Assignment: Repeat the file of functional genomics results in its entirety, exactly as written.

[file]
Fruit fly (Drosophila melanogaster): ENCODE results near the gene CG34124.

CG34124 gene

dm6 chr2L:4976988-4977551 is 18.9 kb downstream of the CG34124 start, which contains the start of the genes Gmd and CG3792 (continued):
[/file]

Fruit fly (Drosophila melanogaster): ENCODE results near the gene CG34124.

CG34124 gene

dm6 chr2L:4976988-4977551 is 18.9 kb downstream of the CG34124 start, which contains the start of the genes Gmd and CG3792 (continued):